By Tife Owolabi
YENAGOA (Reuters) - Nigerian police raided a gay wedding, which is illegal in the country, in the southern city of Warri in Delta state, and arrested 67 people, authorities said in a statement, following a tipoff from a person who knew of the event.
The tipoff about the ceremony came during police interrogation on Aug. 27 of a male cross-dresser, who was dressed as a female, Delta police spokesman Edafe Bright said in a statement late on Tuesday. The statement didn't say when the raid took place.
In Nigeria, like in most parts of Africa, homosexuality is generally viewed as unacceptable, and a 2014 anti-gay law took effect despite international condemnation. Cross-dressing is not illegal but tends to be socially not accepted.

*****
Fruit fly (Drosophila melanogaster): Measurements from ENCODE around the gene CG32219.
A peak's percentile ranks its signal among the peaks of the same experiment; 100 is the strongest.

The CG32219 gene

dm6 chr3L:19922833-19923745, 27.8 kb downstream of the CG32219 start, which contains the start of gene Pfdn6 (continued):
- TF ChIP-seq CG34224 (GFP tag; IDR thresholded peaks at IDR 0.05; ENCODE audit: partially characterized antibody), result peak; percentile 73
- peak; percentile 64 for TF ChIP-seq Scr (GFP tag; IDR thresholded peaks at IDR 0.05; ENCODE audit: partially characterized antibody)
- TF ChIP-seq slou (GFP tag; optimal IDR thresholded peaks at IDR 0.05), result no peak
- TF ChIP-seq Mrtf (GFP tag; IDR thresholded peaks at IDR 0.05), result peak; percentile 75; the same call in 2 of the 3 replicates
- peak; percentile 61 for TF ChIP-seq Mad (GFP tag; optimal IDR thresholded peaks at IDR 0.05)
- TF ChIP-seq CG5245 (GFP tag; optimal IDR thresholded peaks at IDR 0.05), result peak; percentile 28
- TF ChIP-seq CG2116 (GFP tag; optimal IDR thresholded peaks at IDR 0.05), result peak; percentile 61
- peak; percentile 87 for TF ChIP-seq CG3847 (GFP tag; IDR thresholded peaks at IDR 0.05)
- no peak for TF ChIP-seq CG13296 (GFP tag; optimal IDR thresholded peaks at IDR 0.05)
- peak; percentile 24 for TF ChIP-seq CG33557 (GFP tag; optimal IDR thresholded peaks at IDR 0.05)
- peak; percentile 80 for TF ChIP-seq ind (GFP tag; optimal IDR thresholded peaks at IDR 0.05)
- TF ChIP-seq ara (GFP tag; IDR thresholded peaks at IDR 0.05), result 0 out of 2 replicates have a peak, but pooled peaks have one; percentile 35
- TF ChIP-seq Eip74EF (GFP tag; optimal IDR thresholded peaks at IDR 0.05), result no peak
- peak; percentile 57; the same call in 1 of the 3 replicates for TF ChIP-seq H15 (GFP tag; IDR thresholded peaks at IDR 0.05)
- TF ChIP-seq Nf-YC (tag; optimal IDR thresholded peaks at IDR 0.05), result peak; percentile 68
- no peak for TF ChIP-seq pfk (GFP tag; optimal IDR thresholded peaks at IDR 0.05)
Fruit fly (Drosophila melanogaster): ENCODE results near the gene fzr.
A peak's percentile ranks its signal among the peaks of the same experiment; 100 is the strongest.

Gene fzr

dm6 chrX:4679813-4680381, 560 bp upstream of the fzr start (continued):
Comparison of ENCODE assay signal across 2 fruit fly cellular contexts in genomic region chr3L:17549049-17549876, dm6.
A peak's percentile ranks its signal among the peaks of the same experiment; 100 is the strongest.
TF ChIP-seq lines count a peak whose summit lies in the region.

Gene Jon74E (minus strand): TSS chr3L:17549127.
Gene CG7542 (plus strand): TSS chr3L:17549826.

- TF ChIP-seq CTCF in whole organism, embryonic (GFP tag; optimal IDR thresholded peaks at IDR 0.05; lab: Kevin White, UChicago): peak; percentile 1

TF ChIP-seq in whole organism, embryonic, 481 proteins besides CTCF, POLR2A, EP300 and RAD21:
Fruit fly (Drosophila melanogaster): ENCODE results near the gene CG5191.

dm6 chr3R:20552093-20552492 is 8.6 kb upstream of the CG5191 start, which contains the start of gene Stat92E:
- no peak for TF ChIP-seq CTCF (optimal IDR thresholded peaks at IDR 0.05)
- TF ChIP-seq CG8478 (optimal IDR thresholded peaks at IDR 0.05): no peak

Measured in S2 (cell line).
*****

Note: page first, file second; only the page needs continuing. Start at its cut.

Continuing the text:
"The policemen chased and arrested a total number of 67 suspects both male and female for allegedly conducting and attending a same-sex wedding ceremony," Bright said.
Efforts were underway to arrest others who fled the scene, Bright said.
Africa's most populous nation's anti-gay law includes a prison term of up to 14 years for those convicted, and bans gay marriage, same-sex relationships, and membership of gay rights groups.
(Reporting by Tife Owolabi; Writing by Elisha Bala-Gbogbo; Editing by Bernadette Baum)